Here’s the general rule: If you think one might be moving in, bring your Christmas cactus indoors. Even if you’re wrong, you won’t lose your Christmas cactus, which is the point.
Another way to tell is to pay attention to the night-time temperatures. You usually get a light frost at 32 degrees Fahrenheit. Anything below 28 degrees Fahrenheit brings you a hard freeze. Many plants can survive a brief period of a light frost—the Christmas cactus isn’t one of them. Even a light frost will kill it. It’d be best to bring it in at any temperature below 60 degrees Fahrenheit anything much lower than this can damage the Christmas cactus. Hard freezes will kill most plants, including your Christmas cactus.
Still, the Christmas cactus loves to be outside, and it can be rewarding to bring it outside for a period of time. Just get it back indoors before that first frost. Think of it like that first date as a kid when you had a curfew.
How to Put Your Christmas Cactus Outside
Now, I’ve said that you can put your Christmas cactus outside but that doesn’t mean that you can put it just anywhere. Even if you can put it outside, you should still pay close attention to where you put it because putting it in the wrong area could cause damage to it.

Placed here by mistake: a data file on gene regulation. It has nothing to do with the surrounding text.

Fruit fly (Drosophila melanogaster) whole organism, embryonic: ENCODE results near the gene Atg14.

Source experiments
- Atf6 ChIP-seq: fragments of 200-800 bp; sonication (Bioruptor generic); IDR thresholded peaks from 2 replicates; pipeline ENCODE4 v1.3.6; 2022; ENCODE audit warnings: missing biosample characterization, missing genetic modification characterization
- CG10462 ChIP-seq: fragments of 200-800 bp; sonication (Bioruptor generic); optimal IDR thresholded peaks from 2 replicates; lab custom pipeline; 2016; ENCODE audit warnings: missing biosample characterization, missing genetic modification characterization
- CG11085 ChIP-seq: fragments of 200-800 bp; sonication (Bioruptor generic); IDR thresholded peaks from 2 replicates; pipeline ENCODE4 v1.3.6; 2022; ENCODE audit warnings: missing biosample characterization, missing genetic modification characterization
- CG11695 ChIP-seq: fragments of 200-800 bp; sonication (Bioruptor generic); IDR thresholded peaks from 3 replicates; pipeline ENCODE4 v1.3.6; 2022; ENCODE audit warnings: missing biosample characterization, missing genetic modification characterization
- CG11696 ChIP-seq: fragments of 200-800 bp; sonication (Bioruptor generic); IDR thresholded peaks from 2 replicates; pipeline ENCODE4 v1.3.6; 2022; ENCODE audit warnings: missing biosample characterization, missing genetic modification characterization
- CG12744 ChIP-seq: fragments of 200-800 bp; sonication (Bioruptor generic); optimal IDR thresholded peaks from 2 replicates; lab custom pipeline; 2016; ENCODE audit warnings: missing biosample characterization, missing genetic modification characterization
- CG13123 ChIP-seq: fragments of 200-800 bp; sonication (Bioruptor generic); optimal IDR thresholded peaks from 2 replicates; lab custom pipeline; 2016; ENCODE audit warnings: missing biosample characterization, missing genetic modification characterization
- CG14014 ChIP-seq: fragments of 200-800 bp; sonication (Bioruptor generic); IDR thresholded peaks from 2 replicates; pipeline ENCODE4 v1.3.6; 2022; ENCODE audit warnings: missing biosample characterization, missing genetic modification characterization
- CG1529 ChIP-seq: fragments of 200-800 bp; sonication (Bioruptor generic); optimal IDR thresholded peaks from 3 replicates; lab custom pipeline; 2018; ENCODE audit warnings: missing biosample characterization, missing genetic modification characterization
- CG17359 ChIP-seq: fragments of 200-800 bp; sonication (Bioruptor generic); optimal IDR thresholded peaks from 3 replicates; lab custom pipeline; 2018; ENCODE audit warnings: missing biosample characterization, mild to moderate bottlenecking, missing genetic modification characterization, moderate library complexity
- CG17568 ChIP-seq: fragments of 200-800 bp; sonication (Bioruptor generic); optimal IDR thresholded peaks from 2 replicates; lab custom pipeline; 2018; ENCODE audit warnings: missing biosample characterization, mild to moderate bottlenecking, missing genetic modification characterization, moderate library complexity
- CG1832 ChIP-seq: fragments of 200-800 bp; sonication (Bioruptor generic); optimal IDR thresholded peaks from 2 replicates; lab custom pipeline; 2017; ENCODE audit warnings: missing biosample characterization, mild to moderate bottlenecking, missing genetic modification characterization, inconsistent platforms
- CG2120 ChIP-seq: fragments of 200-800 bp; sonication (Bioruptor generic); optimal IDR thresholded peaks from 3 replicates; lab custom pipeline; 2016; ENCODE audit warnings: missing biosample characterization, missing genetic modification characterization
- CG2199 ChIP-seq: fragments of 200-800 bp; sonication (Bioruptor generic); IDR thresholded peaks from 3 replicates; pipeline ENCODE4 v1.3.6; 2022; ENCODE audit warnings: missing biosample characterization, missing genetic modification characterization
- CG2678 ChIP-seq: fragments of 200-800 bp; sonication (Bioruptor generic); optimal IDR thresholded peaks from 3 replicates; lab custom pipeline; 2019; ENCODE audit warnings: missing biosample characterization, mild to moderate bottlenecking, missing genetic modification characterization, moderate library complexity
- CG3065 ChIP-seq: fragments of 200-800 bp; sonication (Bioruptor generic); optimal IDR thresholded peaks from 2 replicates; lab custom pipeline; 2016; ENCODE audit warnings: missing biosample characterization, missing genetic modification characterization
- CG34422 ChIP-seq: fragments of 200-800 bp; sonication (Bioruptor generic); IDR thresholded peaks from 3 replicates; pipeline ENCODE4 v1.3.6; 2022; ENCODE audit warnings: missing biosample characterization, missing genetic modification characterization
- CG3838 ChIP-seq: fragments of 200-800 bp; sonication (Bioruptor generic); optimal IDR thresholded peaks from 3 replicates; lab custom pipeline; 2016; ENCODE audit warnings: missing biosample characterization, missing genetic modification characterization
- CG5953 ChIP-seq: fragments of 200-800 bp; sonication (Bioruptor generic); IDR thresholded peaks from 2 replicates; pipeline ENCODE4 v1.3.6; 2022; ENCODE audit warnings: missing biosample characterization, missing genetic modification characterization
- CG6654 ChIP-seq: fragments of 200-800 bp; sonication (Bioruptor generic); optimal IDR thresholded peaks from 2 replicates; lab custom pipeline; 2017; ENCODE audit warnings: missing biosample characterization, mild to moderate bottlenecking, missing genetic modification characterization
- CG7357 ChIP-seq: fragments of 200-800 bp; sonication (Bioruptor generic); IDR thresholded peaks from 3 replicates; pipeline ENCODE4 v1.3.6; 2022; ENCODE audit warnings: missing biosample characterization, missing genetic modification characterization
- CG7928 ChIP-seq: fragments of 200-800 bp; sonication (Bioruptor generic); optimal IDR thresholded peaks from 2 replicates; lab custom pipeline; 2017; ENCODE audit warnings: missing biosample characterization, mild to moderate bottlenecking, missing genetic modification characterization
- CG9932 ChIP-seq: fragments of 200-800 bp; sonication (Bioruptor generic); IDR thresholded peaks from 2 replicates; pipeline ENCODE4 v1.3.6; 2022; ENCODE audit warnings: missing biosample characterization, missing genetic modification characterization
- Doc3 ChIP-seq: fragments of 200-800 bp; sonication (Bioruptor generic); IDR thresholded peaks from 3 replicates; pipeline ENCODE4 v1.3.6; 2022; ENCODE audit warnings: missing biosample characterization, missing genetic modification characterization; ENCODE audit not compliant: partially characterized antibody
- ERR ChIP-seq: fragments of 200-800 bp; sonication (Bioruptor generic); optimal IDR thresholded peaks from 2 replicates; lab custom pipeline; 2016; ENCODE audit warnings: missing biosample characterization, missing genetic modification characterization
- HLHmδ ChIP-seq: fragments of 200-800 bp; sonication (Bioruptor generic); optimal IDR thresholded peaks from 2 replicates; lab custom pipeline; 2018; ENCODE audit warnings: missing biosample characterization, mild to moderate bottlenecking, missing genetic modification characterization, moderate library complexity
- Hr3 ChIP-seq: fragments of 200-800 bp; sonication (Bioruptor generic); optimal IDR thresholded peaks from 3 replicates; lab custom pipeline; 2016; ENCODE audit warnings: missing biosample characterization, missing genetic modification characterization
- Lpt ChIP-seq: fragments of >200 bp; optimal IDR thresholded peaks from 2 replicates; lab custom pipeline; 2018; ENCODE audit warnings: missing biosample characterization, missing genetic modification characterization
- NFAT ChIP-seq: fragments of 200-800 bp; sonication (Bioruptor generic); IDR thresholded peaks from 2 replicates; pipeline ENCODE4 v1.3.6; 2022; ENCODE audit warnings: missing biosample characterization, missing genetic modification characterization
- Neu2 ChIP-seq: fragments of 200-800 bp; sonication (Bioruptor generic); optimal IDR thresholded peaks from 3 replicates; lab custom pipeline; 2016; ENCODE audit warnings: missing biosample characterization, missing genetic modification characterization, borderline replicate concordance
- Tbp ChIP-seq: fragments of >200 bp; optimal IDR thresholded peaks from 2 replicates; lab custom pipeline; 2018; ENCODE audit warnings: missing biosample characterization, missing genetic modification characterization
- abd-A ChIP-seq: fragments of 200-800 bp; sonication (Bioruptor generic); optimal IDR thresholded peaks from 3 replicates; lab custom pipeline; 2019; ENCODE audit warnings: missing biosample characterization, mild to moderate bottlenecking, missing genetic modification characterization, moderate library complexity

If you will plant it outside, you want to plant it in humus-rich soil with a sharp and gritty texture. The soil needs good drainage or it can cause root rot. I wrote about that here.
The soil should be slightly acidic between 5.5 to 6.2 pH. You want to put the Christmas cactus in an area with light shade to where it still receives sunlight, but it won’t receive so much that it will burn the leaves. Keep it away from intense sun or direct sunlight for the best results.
What to Beware of with Your Christmas Cactus and the Outdoors
Putting your Christmas cactus outside may expose it to more potentially damaging insects and pests looking to take up residence. Grab a spray bottle because in most cases, you can remove them with a gentle spray of water.
Especially when you bring it outdoors, you need to watch out for mealybugs. These are small pests that will appear as sapsuckers on your Christmas cactus as fluffy white bits of cotton. You can get rid of them with a cotton swab that you dipped in rubbing alcohol.
For other pests like scales, mites and aphids, you will want to use neem oil or insecticidal soap. Many times, the pests will be more attracted to your Christmas cactus if it doesn’t have good draining soil. This is because it creates a more favorable condition for them.
The one advantage of an outside Christmas cactus is that if your plant does get pests on it, you can eliminate them with stronger outdoor insecticides. With some insecticides, they’re too strong to use indoors, but with an outdoor Christmas cactus, it never becomes a problem.
Related article: Cactus Root System: 6 Things That Will Surprise You
Even in colder climates, the Christmas cactus can survive outside—you just need to be mindful of when the first frost will come. It especially matters with this plant. In general, anything under 60 degrees Fahrenheit, and it would be best if you would bring your Christmas cactus indoors to prevent damage to the plant. Christmas cacti like to be outside, but you just need to create the right conditions for them.